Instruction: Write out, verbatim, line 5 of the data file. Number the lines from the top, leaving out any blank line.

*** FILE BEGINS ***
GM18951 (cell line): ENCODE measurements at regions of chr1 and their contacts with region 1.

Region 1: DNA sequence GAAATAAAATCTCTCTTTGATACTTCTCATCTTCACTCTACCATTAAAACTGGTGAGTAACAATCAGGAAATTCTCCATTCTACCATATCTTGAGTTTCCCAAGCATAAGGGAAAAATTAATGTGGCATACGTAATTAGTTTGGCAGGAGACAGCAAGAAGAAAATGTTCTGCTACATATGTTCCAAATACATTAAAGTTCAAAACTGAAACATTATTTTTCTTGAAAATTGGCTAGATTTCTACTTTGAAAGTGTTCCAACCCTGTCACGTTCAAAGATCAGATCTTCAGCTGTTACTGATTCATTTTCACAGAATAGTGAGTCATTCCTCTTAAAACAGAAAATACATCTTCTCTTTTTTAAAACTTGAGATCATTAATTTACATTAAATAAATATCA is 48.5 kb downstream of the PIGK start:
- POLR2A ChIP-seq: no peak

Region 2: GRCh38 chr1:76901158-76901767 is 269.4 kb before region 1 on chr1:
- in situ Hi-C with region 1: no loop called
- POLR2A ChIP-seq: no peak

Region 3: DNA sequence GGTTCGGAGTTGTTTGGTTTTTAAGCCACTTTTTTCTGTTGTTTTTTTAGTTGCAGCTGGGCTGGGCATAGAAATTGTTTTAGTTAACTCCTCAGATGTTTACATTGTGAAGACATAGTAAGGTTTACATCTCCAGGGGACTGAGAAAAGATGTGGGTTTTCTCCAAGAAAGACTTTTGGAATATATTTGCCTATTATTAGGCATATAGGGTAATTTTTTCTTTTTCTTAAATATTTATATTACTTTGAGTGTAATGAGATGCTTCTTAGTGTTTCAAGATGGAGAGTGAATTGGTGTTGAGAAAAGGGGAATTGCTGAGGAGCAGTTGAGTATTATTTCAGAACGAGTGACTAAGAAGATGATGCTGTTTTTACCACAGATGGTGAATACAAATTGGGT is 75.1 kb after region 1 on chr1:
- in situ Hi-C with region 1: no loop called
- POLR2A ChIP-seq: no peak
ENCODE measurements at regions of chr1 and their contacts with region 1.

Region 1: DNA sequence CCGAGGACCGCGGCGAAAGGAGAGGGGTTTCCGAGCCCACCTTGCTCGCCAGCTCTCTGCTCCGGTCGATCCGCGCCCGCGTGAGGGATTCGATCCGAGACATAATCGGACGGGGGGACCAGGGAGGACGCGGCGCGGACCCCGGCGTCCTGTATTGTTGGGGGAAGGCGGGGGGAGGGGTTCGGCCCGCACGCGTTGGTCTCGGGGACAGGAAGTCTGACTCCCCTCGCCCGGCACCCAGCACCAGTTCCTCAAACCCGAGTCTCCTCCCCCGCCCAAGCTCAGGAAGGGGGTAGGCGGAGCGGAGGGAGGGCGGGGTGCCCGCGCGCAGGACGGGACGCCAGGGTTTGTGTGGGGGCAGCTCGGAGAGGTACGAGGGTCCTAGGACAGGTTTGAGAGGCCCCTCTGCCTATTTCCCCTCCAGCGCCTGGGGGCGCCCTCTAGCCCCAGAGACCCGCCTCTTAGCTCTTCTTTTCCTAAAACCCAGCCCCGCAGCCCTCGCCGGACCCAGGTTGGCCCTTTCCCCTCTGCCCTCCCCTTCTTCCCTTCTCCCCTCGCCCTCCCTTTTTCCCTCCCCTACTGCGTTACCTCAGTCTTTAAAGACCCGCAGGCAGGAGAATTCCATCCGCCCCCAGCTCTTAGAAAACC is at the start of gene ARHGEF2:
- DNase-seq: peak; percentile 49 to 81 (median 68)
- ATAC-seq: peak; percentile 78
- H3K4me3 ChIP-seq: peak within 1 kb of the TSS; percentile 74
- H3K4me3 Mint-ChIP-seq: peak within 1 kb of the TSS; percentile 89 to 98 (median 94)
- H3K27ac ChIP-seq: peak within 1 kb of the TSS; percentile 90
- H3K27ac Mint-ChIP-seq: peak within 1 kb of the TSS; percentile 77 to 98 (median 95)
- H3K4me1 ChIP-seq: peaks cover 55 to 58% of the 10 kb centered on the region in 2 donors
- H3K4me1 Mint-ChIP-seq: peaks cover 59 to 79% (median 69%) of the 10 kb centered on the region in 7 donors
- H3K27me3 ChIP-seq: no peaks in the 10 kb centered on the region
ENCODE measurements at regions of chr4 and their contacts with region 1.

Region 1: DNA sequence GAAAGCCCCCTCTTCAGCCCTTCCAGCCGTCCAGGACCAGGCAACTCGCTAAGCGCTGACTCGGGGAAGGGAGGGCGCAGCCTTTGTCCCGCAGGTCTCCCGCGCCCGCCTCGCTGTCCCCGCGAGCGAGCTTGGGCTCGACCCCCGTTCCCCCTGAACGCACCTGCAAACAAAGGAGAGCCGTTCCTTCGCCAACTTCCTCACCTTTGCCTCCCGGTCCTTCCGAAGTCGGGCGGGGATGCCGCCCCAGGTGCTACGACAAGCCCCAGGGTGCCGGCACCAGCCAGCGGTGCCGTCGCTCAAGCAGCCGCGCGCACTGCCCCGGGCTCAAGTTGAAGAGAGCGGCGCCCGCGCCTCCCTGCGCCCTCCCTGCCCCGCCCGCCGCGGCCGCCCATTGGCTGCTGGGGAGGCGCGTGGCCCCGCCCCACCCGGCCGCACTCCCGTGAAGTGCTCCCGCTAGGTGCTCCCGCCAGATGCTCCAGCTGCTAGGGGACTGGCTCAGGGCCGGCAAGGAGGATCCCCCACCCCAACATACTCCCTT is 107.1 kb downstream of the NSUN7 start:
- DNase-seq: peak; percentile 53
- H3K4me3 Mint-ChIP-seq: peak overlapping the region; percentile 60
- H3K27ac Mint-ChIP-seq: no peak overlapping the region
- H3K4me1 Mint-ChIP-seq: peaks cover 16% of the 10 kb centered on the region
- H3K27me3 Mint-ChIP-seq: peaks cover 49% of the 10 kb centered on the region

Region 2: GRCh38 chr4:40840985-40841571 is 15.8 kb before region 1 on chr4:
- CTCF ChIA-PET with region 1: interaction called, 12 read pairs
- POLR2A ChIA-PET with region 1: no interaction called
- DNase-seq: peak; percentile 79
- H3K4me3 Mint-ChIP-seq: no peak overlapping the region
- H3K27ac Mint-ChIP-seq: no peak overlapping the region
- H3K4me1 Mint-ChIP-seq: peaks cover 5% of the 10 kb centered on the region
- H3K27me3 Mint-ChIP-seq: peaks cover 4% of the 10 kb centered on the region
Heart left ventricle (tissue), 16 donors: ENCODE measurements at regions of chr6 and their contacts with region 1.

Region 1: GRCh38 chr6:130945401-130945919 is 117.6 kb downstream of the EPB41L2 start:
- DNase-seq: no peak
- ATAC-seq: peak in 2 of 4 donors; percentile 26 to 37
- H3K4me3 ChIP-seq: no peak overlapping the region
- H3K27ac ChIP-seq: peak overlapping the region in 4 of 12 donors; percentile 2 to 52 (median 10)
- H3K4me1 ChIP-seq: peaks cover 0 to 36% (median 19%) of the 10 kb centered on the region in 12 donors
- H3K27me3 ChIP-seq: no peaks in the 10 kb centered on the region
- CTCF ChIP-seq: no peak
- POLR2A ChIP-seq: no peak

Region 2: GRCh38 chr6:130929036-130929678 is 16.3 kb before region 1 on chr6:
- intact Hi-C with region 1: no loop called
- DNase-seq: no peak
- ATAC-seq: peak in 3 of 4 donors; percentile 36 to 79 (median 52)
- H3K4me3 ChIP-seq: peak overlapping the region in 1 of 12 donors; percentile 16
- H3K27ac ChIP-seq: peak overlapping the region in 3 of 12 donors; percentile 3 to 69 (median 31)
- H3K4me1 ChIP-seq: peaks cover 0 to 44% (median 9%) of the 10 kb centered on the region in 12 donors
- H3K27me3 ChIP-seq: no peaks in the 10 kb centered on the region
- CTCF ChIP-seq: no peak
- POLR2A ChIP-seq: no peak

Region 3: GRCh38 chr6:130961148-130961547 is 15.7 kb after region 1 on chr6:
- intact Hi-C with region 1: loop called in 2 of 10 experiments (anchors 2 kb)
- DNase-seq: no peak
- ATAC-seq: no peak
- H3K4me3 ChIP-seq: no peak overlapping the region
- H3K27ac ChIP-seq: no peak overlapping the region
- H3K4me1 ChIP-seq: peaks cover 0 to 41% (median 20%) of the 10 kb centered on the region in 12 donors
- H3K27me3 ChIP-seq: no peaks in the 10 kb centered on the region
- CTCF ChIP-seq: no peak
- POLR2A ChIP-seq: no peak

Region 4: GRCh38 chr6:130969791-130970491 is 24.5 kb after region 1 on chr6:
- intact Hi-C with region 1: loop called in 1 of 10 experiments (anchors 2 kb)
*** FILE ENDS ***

- in situ Hi-C with region 1: no loop called